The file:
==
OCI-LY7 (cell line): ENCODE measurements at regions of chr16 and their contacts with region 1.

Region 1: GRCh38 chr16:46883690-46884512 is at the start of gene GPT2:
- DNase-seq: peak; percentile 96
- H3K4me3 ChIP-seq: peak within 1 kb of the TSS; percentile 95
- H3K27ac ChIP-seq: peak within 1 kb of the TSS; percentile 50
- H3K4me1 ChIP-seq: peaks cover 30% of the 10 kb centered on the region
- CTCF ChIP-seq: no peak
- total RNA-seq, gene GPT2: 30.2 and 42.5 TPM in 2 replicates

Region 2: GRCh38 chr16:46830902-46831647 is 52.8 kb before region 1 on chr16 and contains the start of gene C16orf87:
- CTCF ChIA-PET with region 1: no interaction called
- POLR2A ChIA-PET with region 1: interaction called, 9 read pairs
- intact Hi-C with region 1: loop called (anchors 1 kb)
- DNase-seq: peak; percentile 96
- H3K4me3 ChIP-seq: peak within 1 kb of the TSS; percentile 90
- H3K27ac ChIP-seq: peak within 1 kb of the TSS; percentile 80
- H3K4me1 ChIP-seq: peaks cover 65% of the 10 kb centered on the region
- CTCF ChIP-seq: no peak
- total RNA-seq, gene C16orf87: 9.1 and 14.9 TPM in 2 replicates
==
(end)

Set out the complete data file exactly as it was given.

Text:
OCI-LY7 (cell line): ENCODE measurements at regions of chr16 and their contacts with region 1.

Region 1: GRCh38 chr16:46883690-46884512 is at the start of gene GPT2:
- DNase-seq: peak; percentile 96
- H3K4me3 ChIP-seq: peak within 1 kb of the TSS; percentile 95
- H3K27ac ChIP-seq: peak within 1 kb of the TSS; percentile 50
- H3K4me1 ChIP-seq: peaks cover 30% of the 10 kb centered on the region
- CTCF ChIP-seq: no peak
- total RNA-seq, gene GPT2: 30.2 and 42.5 TPM in 2 replicates

Region 2: GRCh38 chr16:46830902-46831647 is 52.8 kb before region 1 on chr16 and contains the start of gene C16orf87:
- CTCF ChIA-PET with region 1: no interaction called
- POLR2A ChIA-PET with region 1: interaction called, 9 read pairs
- intact Hi-C with region 1: loop called (anchors 1 kb)
- DNase-seq: peak; percentile 96
- H3K4me3 ChIP-seq: peak within 1 kb of the TSS; percentile 90
- H3K27ac ChIP-seq: peak within 1 kb of the TSS; percentile 80
- H3K4me1 ChIP-seq: peaks cover 65% of the 10 kb centered on the region
- CTCF ChIP-seq: no peak
- total RNA-seq, gene C16orf87: 9.1 and 14.9 TPM in 2 replicates